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Testing Baumol: Institutional Quality and the Productivity of Entrepreneurship

  • Russell S. Sobel

    (Department of Economics, West Virginia University)

Baumol’s (1990) theory of productive and unproductive entrepreneurship is a significant recent contribution to the economics of entrepreneurship literature. He hypothesizes that entrepreneurial individuals channel their effort in different directions depending on the quality of prevailing economic, political, and legal institutions. This institutional structure determines the relative reward to investing entrepreneurial energies into productive market activities versus unproductive political and legal activities (e.g., lobbying and lawsuits). Good institutions channel effort into productive entrepreneurship, sustaining higher rates of economic growth. I test and confirm Baumol’s theory, and discuss its significance to the literature and policy reform.

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File URL: http://www.be.wvu.edu/phd_economics/pdf/06-06.pdf
File Function: First version, 2006
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Paper provided by Department of Economics, West Virginia University in its series Working Papers with number 06-06 Classification-.

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Length: 31 pages
Date of creation: 2006
Date of revision:
Handle: RePEc:wvu:wpaper:06-06
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Web page: http://www.be.wvu.edu/phd_economics/
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  1. Baumol, William J, 1990. "Entrepreneurship: Productive, Unproductive, and Destructive," Journal of Political Economy, University of Chicago Press, vol. 98(5), pages 893-921, October.
  2. Russell S. Sobel & Joshua C. Hall, 2007. "The Effect of Judicial Selection Processes on Judicial Quality: The Role of Partisan Politics," Cato Journal, Cato Journal, Cato Institute, vol. 27(1), pages 69-82, Winter.
  3. James A. Dorn, 2002. "Economic Development and Freedom:The Legacy of Peter Bauer," Cato Journal, Cato Journal, Cato Institute, vol. 22(2), pages 355-371, Fall.
  4. Sobel, Russell S & Garrett, Thomas A, 2002. " On the Measurement of Rent Seeking and Its Social Opportunity Cost," Public Choice, Springer, vol. 112(1-2), pages 115-36, July.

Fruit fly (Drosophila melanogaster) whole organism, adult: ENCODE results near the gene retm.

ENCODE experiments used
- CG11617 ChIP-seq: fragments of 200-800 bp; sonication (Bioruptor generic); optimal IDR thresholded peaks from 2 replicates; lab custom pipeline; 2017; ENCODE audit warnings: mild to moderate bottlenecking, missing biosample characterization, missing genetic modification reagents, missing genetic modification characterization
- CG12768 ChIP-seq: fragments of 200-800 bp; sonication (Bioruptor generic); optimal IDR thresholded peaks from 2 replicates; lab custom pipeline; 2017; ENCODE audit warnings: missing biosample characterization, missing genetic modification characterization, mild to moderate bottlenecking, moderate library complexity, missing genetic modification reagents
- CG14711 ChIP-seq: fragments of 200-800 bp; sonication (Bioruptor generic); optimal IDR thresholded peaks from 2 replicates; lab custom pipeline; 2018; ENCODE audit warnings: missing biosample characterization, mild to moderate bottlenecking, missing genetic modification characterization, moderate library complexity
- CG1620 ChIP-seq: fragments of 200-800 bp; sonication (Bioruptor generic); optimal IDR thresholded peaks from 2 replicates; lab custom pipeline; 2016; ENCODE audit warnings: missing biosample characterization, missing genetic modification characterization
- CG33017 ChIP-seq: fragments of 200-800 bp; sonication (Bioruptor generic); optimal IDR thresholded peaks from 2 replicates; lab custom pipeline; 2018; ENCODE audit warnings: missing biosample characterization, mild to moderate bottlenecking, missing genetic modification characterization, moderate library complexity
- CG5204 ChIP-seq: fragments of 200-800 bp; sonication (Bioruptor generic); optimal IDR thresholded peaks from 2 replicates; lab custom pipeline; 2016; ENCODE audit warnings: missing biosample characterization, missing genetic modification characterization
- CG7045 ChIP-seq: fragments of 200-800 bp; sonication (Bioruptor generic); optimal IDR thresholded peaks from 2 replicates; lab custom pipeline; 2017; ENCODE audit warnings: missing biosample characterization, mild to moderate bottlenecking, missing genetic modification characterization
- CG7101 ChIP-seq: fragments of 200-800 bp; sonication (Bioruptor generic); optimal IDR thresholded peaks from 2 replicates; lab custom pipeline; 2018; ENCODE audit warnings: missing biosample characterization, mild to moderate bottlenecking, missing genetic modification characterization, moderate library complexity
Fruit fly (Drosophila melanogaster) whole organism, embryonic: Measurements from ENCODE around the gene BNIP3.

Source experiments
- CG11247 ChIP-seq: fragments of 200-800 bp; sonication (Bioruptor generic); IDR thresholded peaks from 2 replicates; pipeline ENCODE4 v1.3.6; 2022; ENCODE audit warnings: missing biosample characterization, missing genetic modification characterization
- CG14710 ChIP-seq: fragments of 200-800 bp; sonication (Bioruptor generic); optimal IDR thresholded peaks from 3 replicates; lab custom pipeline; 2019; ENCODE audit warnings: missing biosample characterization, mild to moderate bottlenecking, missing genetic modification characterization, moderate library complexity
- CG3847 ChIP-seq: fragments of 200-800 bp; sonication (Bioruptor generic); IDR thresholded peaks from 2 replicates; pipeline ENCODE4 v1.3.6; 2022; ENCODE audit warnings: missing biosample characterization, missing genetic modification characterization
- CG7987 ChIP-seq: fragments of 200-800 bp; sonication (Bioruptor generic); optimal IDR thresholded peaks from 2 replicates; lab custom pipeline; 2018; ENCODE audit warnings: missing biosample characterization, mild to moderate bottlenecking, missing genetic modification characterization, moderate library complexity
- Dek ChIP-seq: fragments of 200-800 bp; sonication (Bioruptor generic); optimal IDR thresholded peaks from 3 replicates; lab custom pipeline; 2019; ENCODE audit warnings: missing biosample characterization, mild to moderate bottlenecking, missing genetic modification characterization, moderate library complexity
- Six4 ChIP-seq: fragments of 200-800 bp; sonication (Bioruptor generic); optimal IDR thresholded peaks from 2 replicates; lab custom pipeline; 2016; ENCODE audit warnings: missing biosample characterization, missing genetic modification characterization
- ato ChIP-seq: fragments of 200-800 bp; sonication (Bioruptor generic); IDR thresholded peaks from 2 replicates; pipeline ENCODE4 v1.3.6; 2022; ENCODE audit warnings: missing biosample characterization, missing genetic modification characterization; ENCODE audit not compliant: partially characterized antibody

5. Israel M. Kirzner, 1997. "Entrepreneurial Discovery and the Competitive Market Process: An Austrian Approach," Journal of Economic Literature, American Economic Association, vol. 35(1), pages 60-85, March.
  6. W. Kenn Farr & Richard A. Lord & J. Larry Wolfenbarger, 1998. "Economic Freedom, Political Freedom, and Economic Well-Being: A Causality Analysis," Cato Journal, Cato Journal, Cato Institute, vol. 18(2), pages 247-262, Fall.
  7. Christopher J. Coyne & Peter T. Leeson, 2004. "The Plight of Underdeveloped Countries," Cato Journal, Cato Journal, Cato Institute, vol. 24(3), pages 235-249, Fall.
  8. Tollison, Robert D, 1982. "Rent Seeking: A Survey," Kyklos, Wiley Blackwell, vol. 35(4), pages 575-602.
  9. James D. Gwartney & Robert A. Lawson & Randall G. Holcombe, 1999. "Economic Freedom and the Environment for Economic Growth," Journal of Institutional and Theoretical Economics (JITE), Mohr Siebeck, Tübingen, vol. 155(4), pages 643-, December.
  10. repec:cto:journl:v:18:y:1998:i:2:p: is not listed on IDEAS
  11. Benjamin Powell, 2003. "Economic Freedom and Growth: The Case of the Celtic Tiger," Cato Journal, Cato Journal, Cato Institute, vol. 22(3), pages 431-448, Winter.
  12. Jason Henderson, 2002. "Building the rural economy with high-growth entrepreneurs," Economic Review, Federal Reserve Bank of Kansas City, issue Q III, pages 45-70.
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